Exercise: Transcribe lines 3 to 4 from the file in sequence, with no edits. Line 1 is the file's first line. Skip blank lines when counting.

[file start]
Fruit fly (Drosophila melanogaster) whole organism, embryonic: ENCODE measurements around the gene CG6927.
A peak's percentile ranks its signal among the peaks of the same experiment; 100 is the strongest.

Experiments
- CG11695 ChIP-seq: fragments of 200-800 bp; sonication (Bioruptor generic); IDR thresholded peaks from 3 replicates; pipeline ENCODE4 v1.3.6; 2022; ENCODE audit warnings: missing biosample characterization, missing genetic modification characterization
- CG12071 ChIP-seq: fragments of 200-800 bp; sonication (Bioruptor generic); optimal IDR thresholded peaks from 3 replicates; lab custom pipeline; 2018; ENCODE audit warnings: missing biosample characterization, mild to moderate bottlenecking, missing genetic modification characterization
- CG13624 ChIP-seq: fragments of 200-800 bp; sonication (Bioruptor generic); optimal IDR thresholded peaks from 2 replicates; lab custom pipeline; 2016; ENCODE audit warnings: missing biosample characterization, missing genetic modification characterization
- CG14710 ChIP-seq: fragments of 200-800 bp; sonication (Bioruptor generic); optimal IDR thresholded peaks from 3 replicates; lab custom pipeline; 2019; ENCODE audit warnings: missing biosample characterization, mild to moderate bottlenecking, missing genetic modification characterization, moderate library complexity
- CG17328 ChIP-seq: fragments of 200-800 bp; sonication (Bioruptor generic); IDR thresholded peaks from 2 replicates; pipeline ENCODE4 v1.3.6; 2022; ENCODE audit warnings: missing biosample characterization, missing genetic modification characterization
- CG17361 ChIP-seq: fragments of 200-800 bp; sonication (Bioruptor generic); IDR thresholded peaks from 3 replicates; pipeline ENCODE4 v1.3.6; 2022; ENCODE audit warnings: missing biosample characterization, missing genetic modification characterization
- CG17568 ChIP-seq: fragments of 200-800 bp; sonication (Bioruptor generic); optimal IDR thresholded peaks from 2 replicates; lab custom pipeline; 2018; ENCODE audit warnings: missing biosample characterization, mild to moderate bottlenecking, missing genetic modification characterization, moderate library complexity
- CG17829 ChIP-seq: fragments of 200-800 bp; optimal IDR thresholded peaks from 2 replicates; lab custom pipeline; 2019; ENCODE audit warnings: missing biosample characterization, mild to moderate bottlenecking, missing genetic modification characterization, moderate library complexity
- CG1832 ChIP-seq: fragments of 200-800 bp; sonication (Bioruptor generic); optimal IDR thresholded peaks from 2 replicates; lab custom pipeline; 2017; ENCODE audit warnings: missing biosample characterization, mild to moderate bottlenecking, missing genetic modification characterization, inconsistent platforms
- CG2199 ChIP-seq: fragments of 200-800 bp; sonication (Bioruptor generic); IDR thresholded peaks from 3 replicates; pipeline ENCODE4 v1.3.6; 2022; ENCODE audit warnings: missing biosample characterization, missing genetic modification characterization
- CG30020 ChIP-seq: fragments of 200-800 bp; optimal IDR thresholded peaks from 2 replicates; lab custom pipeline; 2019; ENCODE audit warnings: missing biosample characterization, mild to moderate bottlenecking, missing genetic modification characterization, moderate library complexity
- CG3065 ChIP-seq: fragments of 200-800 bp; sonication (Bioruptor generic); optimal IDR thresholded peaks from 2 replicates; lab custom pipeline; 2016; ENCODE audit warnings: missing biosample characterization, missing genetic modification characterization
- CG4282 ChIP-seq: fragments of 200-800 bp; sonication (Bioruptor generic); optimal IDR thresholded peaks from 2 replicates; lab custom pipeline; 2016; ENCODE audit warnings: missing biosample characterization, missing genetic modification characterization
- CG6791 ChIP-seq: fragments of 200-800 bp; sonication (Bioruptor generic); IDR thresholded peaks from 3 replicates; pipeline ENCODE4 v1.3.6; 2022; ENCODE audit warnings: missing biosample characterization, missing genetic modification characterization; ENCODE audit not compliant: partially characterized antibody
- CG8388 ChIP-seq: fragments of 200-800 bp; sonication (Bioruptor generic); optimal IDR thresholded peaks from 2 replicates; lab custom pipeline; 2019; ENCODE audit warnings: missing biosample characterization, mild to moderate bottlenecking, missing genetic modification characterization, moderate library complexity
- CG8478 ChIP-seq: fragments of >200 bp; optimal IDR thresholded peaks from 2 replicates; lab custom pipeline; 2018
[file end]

Experiments
- CG11695 ChIP-seq: fragments of 200-800 bp; sonication (Bioruptor generic); IDR thresholded peaks from 3 replicates; pipeline ENCODE4 v1.3.6; 2022; ENCODE audit warnings: missing biosample characterization, missing genetic modification characterization